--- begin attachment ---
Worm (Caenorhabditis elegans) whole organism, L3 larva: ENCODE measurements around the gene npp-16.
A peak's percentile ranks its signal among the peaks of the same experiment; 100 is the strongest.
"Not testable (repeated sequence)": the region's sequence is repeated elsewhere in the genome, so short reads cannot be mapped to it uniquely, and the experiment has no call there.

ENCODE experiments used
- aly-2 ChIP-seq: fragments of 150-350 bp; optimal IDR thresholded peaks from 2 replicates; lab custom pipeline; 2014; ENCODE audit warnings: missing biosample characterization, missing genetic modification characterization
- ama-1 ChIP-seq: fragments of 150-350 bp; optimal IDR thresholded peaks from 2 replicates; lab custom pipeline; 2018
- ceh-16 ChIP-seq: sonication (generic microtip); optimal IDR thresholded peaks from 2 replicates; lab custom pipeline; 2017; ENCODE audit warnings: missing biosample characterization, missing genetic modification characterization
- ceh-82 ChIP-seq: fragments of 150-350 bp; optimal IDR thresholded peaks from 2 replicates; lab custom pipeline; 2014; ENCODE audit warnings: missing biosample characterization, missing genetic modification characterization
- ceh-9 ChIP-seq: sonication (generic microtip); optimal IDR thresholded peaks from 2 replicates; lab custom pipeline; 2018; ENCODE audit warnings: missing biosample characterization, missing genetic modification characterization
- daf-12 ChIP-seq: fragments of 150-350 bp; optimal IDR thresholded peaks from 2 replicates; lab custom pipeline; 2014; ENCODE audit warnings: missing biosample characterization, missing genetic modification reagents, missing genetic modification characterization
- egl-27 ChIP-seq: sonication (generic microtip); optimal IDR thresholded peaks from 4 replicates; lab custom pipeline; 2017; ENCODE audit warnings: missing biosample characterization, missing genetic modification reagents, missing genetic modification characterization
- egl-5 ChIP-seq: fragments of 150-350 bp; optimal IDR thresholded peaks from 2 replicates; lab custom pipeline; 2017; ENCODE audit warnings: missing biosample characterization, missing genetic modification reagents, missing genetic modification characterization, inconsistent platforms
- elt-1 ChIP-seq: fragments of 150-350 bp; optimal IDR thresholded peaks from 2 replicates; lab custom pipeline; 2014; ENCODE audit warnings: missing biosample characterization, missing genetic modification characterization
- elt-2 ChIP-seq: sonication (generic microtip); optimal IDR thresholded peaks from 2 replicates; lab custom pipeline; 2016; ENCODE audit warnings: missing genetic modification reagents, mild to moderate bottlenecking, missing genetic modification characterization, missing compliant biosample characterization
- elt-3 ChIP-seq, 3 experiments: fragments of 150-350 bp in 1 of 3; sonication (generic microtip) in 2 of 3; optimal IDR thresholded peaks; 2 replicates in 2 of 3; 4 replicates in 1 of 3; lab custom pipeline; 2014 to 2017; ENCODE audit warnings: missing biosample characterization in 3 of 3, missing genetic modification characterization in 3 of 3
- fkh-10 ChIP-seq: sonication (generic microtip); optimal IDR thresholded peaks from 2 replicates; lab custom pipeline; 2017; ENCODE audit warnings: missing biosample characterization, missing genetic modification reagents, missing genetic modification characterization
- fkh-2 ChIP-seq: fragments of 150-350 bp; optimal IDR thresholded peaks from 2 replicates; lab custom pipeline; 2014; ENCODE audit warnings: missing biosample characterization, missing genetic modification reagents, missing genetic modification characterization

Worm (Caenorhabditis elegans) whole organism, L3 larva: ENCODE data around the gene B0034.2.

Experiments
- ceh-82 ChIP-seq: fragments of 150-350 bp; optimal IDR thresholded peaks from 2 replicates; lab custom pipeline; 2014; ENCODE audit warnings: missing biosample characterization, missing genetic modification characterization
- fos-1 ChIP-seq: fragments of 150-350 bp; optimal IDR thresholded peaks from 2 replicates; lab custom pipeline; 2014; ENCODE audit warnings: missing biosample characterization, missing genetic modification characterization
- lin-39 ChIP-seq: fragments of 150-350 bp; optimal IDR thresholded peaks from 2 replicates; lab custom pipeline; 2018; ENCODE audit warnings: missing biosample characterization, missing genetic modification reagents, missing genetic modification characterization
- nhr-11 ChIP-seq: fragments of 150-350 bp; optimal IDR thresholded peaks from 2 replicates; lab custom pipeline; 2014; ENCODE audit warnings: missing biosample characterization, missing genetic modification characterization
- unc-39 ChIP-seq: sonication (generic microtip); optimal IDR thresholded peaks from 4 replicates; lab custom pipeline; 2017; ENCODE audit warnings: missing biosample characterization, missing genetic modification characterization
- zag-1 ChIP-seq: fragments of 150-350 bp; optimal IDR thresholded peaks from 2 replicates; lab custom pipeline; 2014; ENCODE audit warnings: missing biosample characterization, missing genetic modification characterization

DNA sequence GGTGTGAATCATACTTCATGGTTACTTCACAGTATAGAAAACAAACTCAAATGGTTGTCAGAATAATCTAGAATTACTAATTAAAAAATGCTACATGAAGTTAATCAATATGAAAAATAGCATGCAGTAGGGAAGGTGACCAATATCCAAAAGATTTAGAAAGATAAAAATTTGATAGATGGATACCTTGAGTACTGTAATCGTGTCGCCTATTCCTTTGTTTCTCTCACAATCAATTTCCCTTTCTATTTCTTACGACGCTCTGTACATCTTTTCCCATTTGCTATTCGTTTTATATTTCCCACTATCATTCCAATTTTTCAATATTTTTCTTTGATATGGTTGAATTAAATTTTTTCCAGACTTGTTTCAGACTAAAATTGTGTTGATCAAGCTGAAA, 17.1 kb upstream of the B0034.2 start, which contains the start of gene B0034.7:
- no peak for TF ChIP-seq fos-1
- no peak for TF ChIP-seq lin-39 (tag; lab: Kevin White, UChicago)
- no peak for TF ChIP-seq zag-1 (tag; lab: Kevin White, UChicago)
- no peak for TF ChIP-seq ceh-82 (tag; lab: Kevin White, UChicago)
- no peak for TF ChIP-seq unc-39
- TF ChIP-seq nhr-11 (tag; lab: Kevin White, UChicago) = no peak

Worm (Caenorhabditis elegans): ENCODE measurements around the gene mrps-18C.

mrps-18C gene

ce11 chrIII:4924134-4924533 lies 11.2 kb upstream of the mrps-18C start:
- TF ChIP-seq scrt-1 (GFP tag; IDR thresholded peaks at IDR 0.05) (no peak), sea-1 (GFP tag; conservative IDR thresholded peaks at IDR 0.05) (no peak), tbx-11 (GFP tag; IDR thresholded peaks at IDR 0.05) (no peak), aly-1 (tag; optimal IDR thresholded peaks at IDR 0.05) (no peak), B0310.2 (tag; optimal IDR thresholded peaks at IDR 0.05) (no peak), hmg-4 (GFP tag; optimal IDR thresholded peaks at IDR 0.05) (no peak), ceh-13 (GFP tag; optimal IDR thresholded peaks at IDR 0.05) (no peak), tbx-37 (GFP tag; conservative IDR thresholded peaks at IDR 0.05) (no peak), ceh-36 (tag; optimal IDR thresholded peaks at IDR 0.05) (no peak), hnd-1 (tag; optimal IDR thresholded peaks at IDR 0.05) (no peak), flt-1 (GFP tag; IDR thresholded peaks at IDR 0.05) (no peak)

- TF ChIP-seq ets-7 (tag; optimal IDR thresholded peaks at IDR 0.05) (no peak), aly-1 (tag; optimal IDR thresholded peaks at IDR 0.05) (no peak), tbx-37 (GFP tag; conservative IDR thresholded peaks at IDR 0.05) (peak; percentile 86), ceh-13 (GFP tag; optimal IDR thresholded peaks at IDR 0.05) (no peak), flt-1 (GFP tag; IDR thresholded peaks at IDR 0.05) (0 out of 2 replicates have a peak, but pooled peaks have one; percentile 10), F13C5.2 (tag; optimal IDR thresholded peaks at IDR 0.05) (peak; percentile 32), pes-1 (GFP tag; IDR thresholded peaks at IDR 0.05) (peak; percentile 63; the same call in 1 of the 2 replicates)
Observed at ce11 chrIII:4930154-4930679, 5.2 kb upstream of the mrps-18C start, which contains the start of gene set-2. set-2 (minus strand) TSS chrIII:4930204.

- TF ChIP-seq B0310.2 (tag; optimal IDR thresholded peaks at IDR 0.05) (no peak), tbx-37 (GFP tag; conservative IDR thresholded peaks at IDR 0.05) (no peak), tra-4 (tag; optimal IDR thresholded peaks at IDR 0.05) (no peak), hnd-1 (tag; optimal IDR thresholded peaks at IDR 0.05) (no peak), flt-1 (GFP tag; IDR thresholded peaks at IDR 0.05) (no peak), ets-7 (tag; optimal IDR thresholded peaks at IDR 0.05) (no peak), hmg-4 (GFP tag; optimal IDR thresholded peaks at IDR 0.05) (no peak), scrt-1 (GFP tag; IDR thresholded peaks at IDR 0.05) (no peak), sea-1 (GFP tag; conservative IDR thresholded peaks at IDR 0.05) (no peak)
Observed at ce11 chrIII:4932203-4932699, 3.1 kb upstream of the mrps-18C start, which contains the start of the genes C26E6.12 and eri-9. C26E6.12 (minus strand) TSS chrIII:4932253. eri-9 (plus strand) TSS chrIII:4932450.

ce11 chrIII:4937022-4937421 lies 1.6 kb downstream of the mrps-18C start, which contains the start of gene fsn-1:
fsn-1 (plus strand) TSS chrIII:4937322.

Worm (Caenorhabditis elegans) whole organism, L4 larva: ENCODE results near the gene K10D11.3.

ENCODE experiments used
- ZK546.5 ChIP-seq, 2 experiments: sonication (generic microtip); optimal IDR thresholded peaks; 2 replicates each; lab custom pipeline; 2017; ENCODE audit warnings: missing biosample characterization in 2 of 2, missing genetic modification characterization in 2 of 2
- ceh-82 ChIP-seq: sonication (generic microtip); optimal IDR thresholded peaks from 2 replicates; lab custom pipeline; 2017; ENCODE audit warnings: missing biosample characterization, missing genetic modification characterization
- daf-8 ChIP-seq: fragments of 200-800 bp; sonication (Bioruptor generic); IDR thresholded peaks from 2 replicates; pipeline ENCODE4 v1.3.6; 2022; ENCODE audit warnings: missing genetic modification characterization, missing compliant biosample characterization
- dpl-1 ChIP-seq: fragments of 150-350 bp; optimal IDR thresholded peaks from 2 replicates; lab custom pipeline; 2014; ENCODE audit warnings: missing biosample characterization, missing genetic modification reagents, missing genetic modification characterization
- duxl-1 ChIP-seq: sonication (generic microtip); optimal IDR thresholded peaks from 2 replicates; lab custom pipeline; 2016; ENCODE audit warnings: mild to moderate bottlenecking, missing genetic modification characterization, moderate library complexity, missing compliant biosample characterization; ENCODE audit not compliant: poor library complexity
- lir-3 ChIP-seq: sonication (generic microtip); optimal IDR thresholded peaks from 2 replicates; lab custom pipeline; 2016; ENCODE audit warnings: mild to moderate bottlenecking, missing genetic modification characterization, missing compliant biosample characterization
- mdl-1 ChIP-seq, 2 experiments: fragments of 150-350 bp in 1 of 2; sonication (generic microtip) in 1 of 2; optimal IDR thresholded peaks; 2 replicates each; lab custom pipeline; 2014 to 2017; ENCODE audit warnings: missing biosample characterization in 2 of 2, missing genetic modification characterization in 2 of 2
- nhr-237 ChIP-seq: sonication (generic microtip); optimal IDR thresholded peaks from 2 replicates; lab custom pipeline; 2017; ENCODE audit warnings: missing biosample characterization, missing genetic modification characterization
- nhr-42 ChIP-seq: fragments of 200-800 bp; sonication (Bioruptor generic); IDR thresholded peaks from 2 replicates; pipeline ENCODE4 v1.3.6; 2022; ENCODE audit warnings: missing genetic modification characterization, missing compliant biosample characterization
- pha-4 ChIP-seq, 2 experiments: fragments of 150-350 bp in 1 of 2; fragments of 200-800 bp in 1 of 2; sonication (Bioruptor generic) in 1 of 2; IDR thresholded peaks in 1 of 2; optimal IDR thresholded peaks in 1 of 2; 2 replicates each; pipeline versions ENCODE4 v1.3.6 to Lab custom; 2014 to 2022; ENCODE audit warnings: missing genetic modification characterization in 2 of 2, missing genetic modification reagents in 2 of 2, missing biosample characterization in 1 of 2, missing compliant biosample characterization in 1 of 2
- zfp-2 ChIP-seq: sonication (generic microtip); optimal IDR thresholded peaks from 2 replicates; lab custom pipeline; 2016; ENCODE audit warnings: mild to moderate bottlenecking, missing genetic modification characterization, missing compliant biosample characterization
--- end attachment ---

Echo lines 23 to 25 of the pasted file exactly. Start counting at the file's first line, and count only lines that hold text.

- nhr-11 ChIP-seq: fragments of 150-350 bp; optimal IDR thresholded peaks from 2 replicates; lab custom pipeline; 2014; ENCODE audit warnings: missing biosample characterization, missing genetic modification characterization
- unc-39 ChIP-seq: sonication (generic microtip); optimal IDR thresholded peaks from 4 replicates; lab custom pipeline; 2017; ENCODE audit warnings: missing biosample characterization, missing genetic modification characterization
- zag-1 ChIP-seq: fragments of 150-350 bp; optimal IDR thresholded peaks from 2 replicates; lab custom pipeline; 2014; ENCODE audit warnings: missing biosample characterization, missing genetic modification characterization